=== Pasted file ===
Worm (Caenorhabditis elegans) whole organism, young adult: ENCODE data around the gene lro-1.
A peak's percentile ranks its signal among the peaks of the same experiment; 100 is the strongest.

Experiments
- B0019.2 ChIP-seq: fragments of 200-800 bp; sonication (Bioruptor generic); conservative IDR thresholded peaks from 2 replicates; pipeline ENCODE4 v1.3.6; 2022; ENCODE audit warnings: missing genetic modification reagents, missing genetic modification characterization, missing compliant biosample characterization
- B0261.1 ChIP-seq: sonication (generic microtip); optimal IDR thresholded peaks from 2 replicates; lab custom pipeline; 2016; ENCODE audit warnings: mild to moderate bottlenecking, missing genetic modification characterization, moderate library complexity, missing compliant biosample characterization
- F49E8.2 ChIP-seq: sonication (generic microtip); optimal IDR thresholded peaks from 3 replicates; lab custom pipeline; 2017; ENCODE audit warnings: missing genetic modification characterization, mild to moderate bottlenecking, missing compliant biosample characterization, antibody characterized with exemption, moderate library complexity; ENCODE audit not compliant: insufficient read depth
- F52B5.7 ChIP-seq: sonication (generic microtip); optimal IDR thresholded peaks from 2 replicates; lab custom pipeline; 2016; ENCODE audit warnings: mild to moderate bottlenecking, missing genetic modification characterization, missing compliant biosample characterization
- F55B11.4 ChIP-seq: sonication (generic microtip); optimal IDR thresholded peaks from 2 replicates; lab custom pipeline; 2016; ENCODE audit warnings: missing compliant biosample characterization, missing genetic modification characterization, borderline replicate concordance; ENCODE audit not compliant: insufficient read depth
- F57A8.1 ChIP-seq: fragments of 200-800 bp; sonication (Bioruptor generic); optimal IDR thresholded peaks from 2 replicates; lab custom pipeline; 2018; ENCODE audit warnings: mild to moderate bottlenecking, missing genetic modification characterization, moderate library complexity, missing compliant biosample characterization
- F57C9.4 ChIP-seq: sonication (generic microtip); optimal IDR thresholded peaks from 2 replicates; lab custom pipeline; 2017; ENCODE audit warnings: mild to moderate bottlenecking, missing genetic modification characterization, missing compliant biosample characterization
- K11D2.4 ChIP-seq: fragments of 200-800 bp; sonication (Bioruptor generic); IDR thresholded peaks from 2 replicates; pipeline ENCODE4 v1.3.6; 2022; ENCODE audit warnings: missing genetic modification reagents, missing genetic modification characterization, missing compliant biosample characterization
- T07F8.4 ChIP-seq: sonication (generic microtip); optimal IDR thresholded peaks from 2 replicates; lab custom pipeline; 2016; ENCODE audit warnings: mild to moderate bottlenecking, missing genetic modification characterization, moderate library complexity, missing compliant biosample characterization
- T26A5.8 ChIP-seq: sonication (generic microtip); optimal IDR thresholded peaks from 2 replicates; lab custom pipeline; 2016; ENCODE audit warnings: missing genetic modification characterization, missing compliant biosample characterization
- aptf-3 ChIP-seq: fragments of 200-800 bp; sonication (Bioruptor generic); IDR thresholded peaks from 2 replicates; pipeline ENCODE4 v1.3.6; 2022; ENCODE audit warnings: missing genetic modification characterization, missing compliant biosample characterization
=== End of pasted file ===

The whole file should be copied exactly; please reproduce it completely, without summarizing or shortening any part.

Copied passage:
Worm (Caenorhabditis elegans) whole organism, young adult: ENCODE data around the gene lro-1.
A peak's percentile ranks its signal among the peaks of the same experiment; 100 is the strongest.

Experiments
- B0019.2 ChIP-seq: fragments of 200-800 bp; sonication (Bioruptor generic); conservative IDR thresholded peaks from 2 replicates; pipeline ENCODE4 v1.3.6; 2022; ENCODE audit warnings: missing genetic modification reagents, missing genetic modification characterization, missing compliant biosample characterization
- B0261.1 ChIP-seq: sonication (generic microtip); optimal IDR thresholded peaks from 2 replicates; lab custom pipeline; 2016; ENCODE audit warnings: mild to moderate bottlenecking, missing genetic modification characterization, moderate library complexity, missing compliant biosample characterization
- F49E8.2 ChIP-seq: sonication (generic microtip); optimal IDR thresholded peaks from 3 replicates; lab custom pipeline; 2017; ENCODE audit warnings: missing genetic modification characterization, mild to moderate bottlenecking, missing compliant biosample characterization, antibody characterized with exemption, moderate library complexity; ENCODE audit not compliant: insufficient read depth
- F52B5.7 ChIP-seq: sonication (generic microtip); optimal IDR thresholded peaks from 2 replicates; lab custom pipeline; 2016; ENCODE audit warnings: mild to moderate bottlenecking, missing genetic modification characterization, missing compliant biosample characterization
- F55B11.4 ChIP-seq: sonication (generic microtip); optimal IDR thresholded peaks from 2 replicates; lab custom pipeline; 2016; ENCODE audit warnings: missing compliant biosample characterization, missing genetic modification characterization, borderline replicate concordance; ENCODE audit not compliant: insufficient read depth
- F57A8.1 ChIP-seq: fragments of 200-800 bp; sonication (Bioruptor generic); optimal IDR thresholded peaks from 2 replicates; lab custom pipeline; 2018; ENCODE audit warnings: mild to moderate bottlenecking, missing genetic modification characterization, moderate library complexity, missing compliant biosample characterization
- F57C9.4 ChIP-seq: sonication (generic microtip); optimal IDR thresholded peaks from 2 replicates; lab custom pipeline; 2017; ENCODE audit warnings: mild to moderate bottlenecking, missing genetic modification characterization, missing compliant biosample characterization
- K11D2.4 ChIP-seq: fragments of 200-800 bp; sonication (Bioruptor generic); IDR thresholded peaks from 2 replicates; pipeline ENCODE4 v1.3.6; 2022; ENCODE audit warnings: missing genetic modification reagents, missing genetic modification characterization, missing compliant biosample characterization
- T07F8.4 ChIP-seq: sonication (generic microtip); optimal IDR thresholded peaks from 2 replicates; lab custom pipeline; 2016; ENCODE audit warnings: mild to moderate bottlenecking, missing genetic modification characterization, moderate library complexity, missing compliant biosample characterization
- T26A5.8 ChIP-seq: sonication (generic microtip); optimal IDR thresholded peaks from 2 replicates; lab custom pipeline; 2016; ENCODE audit warnings: missing genetic modification characterization, missing compliant biosample characterization
- aptf-3 ChIP-seq: fragments of 200-800 bp; sonication (Bioruptor generic); IDR thresholded peaks from 2 replicates; pipeline ENCODE4 v1.3.6; 2022; ENCODE audit warnings: missing genetic modification characterization, missing compliant biosample characterization